Heal Yourself With Food: Three Steps to Treat Fatigue and Qi Deficiency


Selecting local squash at our downtown farmers market

What is qi? 

Qi (pronounce chee) is essentially our energy. The Chinese character for qi represents steam rising off of rice, and many scholars translate it as the substance without form that we get from our food and nutritious beverages. Our qi circulates through our body giving life force or energy to our muscles, our organs, our immune system, and it powers our blood. The classical texts say that qi generates blood, and blood is the mother of qi. This means that our blood and our qi have a very important, symbiotic relationship. Qi creates blood and without the blood, the qi cannot exist/have no foundation to anchor it to the body.


Steam rising off of quinoa (I know it isn’t rice)

In medical theory, there are nine types of qi. I’ll explain the three most important: the wei, ying, and zheng qi. The wei qi  is the qi that powers our immune system and protects us from easily getting sick. If we run ourselves ragged, we run the risk of lowering our immune system’s power to protect us again simple cold and flu viruses, and common bacteria. Ying or Nutritive qi is the qi we get from our food and beverage. Our bodies are designed to work off of the energy that we derive from our daily meals. If we continually push ourselves beyond our caloric intake, that energy has to come from deeper sources of energy in our body. Sometimes it is our choice to take in fewer calories than we burn in a day–and this can be useful with careful approaches to weight loss and fasting. If we fast too often or when we have a higher level of pollutants/toxins stored in our fat cells, or are just not strong enough to fast, we can actually damage our bodies and lead to qi or even more severe deficiencies in our bodies. You can see this example with pregnant women that do not take in enough mineral nutrients to support themselves and their growing child. In these situations, the body will scavenge minerals and calcium from the mother’s own skeleton to feed the fetus’ growing body. This puts the mother’s health at risk and can be avoided with proper nutrition and food consumption while pregnant.

Zheng Qi is your ‘upright qi’ or the overall qi of your organ systems combined as a whole. This represents the energy/vitality/umph of your overall organ systems. If you continually keep pushing yourself beyond your limits of your daily caloric intake, then your energy for the day is pulled from your zheng qi. Eating properly, resting your mind, and resting your body are what preserve your zheng qi.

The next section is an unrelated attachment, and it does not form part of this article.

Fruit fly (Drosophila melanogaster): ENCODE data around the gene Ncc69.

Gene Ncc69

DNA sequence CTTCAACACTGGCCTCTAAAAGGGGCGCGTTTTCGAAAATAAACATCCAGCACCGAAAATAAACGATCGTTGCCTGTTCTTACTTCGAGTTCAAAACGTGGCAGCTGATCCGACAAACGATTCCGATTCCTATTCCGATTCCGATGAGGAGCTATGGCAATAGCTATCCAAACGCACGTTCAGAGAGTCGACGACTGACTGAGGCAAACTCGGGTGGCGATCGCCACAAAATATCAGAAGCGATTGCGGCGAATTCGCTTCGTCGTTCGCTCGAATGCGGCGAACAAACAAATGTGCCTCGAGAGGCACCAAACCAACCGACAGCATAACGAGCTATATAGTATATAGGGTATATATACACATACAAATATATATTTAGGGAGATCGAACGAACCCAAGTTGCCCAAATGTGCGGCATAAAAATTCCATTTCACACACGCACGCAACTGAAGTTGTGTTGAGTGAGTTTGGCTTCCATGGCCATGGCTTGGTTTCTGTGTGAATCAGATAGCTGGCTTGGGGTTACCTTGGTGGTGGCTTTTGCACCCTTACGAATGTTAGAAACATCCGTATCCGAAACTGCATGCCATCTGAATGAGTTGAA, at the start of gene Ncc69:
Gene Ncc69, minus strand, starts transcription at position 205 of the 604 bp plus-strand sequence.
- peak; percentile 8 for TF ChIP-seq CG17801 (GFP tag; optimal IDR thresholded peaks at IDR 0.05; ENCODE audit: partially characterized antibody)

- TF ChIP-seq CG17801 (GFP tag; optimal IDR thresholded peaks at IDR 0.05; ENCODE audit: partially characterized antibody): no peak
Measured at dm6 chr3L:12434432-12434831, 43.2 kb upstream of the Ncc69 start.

What is qi deficiency? 

Qi deficiency is a depletion of your qi in general. Depending on your lifestyle or environment both physical and emotional, certain of the qi types described above can be depleted more than others. If the activity or condition that is depleting your qi continues, then you will eventually deplete your upright qi. Qi deficiency often is strongly related to the ability of your spleen-pancreas and stomach to digest and transform your food into qi. The lungs in medical theory, also are key players in distributing this transformed qi from food throughout the body. Due to these three organ relationships, qi deficiency often begins with one of the above organs being exhausted by lifestyle or environment.

Things that exhaust the spleen-pancreas and stomach pair are: worrying, over-thinking (both ruminating on thoughts and being overly scholastic or analytical), frequently overeating, eating too much greasy, heavy, or sugary foods, and frequent fasting.

Things that exhaust the lung-large intestine pair: grief, melancholia, inhaling too much air pollution, smoking, and excessive consumption of spicy foods (this is a tricky one, because aromatic and spicy herbs open and support the lungs, but moderation is the key here and variety of aromatic herbs, not just chilis that pack a punch).

What are the signs of qi deficiency? 

  • fatigue  (easily fatigued after exertion or general, more constant fatigue)  Note: fatigue that causes you to want to lean against any presentable surface, like a wall or table, instead of standing upright denotes a stronger form of general qi deficiency. If your upright qi were strong, you’d easily be able to stand upright in life.
  • Shiny, white complexion
  • frequent colds and flues
  • sticky, messy bowel movements and/or frequent bowel movements
  • frequent gas (daily or throughout the day)
  • frequent bloating
  • easily sweats– especially without exertion